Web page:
Good guiding consumers thesis example


Approach & Methodology
The Project Plan
What guides consumer behavior is a complex question to answer, and it requires a lot of research. In order to do so, this paper involves both, qualitative and quantitative research methods. For the quantitative research, a number of scholarly articles, government white papers, magazine articles and newspaper reports, and blogs will be referred, and for qualitative research, interviews emphasising the importance of blogs, advertisements and word-of-mouth as ‘ influencing agents’ will be addressed. Consumers today have the option to choose from a variety of products. Added to this are marketers who try to influence a consumer’s thought. In the face of such ‘ influences,’ consumers, faced with positive word of mouth information, are likely to be faced with the prospect of uncertainty as positive information is perceived as vogue. The reason for this is because positive attributes can be possessed by products that are of high, average, or low quality. On the other hand, negative information is perceived as diagnostic because it strongly suggests inferior performance. Thus, positive WOM creates more ambiguity for the consumer than does negative WOM (Bone, 1995). Word of Mouth that occurs during consumption can greatly influence product judgments. These effects have a strong bearing on products that are difficult for the consumers to judge or have credible attributes (Darby & Karni, 1973).

Project Evaluation

This dissertation was intended to find out how marketers conducted research into consumer decision making process. The investigation looked at the feasibility of conducting such a research. The pertinent sources for collection of information were consumers, as the most important aspect of this research was the interview. An unbiased response to the dissertation was obtained by asking respondents intelligent questions. List of issues addressed or questions asked for the research were devised using an interview guide. This was generated from existing literature and discussions with colleagues. The formulation of the questions were specific so as to not mislead or manipulate answers, as the focus was to obtain an unbiased response to questions from respondents. The questions followed a logical sequence of ‘ order- structure – value’, to extract important information.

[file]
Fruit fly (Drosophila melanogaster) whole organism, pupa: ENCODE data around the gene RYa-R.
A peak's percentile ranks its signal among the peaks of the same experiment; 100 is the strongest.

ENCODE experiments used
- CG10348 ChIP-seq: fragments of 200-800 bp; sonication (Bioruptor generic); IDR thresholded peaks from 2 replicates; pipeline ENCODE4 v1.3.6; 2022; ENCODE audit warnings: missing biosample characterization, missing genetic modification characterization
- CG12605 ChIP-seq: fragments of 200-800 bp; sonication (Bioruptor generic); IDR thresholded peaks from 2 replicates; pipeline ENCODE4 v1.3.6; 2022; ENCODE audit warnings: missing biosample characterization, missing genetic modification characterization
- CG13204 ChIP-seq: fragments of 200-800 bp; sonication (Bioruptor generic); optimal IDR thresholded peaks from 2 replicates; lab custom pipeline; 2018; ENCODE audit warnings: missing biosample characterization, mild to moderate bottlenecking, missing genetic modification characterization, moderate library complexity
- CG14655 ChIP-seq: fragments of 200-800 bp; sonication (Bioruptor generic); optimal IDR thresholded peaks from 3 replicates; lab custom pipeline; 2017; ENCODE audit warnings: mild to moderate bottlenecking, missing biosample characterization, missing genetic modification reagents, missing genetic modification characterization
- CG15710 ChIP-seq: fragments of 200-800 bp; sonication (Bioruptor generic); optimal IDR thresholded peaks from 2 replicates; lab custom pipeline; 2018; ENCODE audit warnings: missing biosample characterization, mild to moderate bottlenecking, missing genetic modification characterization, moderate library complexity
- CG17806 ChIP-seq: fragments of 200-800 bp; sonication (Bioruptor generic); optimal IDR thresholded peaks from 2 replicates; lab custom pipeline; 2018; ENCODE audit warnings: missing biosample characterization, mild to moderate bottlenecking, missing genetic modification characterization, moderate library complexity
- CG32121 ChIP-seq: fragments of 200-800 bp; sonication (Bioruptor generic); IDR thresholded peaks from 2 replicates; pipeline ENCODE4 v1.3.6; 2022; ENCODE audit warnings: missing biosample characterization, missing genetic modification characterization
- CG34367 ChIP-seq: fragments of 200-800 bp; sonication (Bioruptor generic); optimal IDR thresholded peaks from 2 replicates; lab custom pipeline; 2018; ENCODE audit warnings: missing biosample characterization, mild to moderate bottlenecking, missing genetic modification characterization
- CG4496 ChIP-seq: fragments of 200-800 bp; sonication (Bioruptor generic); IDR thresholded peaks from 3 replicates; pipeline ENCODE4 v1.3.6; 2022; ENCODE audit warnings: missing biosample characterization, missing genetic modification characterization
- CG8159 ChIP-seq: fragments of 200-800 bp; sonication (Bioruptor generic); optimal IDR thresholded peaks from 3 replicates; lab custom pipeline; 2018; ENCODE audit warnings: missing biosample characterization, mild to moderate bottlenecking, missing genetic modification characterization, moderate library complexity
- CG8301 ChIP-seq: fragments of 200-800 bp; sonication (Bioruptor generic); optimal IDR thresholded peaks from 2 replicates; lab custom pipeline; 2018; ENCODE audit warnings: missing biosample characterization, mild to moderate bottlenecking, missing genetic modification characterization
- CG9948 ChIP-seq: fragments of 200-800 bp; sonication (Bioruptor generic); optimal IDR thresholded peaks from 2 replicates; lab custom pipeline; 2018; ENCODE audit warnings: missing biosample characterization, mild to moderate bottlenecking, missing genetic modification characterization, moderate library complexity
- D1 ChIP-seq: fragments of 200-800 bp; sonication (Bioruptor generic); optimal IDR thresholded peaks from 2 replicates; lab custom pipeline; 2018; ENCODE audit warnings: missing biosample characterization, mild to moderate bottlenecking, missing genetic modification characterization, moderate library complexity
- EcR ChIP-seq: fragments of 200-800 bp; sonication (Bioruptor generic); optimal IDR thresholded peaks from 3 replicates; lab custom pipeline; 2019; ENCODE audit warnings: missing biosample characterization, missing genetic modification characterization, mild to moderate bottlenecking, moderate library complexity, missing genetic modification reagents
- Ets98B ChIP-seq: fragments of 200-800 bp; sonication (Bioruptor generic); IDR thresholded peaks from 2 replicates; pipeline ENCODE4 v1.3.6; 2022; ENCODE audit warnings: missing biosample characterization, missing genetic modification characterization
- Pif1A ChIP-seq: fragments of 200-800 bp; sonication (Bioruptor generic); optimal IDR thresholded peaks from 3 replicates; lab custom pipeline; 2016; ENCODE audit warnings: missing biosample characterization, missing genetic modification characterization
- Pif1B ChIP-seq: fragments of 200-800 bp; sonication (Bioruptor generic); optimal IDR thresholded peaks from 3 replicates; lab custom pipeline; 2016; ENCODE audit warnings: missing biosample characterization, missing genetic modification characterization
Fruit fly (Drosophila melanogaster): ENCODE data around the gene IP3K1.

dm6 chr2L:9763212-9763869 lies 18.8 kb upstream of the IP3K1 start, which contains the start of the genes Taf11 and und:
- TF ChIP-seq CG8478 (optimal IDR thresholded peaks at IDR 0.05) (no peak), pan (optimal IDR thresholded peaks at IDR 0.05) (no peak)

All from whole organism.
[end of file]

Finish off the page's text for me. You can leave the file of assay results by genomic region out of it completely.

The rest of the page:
In order to evaluate consumer behavior, the research, based on phenomenological inquiry, looked to collect data by interviewing people who had experience in guidance in their buying behavior. For the interview, interviewees were given verbal and written information on the research process and allowed to ask questions before signing their consent. The interview covered a number of broad and specific questions, and then they were asked to define their perspectives in relation to those stakeholders. The interview showed that word-of-mouth influenced most consumers, as they constantly sought information from friends, family members, colleagues and business associates on products of choice. Blogs didn’t fare badly either, because blogs were able to create relationships between organizations and consumers.

Long Term Evaluation/Conclusion

Word-of-mouth can influence consumer decision-making in a big way. Marketers need to understand the requirements of their customers and plan their marketing strategy accordingly. A person’s attitude, emotion, opinion, expectation, fear, and hope, are the very things that drive word-of-mouth. A consumer has a lot of expectations from a product he/she plans to buy, and will hesitate to buy the product unless they ascertain its advantages and disadvantages. This means that consumers look at alternatives. Knowledgeable consumers are rational buyers; they need very little research to make a purchase. The less knowledgeable consumers were mostly affected by ‘ influences’ leashed by marketers. Advertisements that promised extraordinary benefits were successful in ‘ luring’ certain level of consumers. This made selling quite easy. Incentives and discounted rates influenced consumers. Cognitive groups alone had the wherewithal to demonstrate independent thinking. Many consumers were caught off guard by external factors that influenced their purchase behaviour. Consumers are influenced by a lot of external and internal factors. Advertisements also contribute to a consumer’s decision-making. Word-of-mouth is perhaps the most influential factor that has a positive and negative effect on consumer decision-making. On a positive note, advertising companies can initiate sales through word-of-mouth, and this can be initiated through advertisements that capture a consumer’s imagination and intrigue through characterization and phrases that become a part of one’s everyday vernacular.


Bone, P. (1995). Word-of-mouth effects on short-term and long-term product judgments. Journal of Business Research, 32(3), 213-223. doi: 10. 1016/0148-2963(94)00047-i
Darby, M., & Karni, E. (1973). Free Competition and the Optimal Amount of Fraud. The Journal of Law and Economics, 16(1), 67. doi: 10. 1086/466756
Engel, J., Blackwell, R., & Miniard, P. (1993). Consumer behavior. Chicago: The Dryden Press.
Robson, C. (2002). Real world research. Oxford, UK: Blackwell Publishers.
Saunders, M., Lewis, P., & Thornhill, A. (2003). Research methods for business students. Harlow, England: Prentice Hall.
Schiffman, L., & Kanuk, L. (2000). Consumer behavior. Englewood Cliffs, N. J.: Prentice-Hall.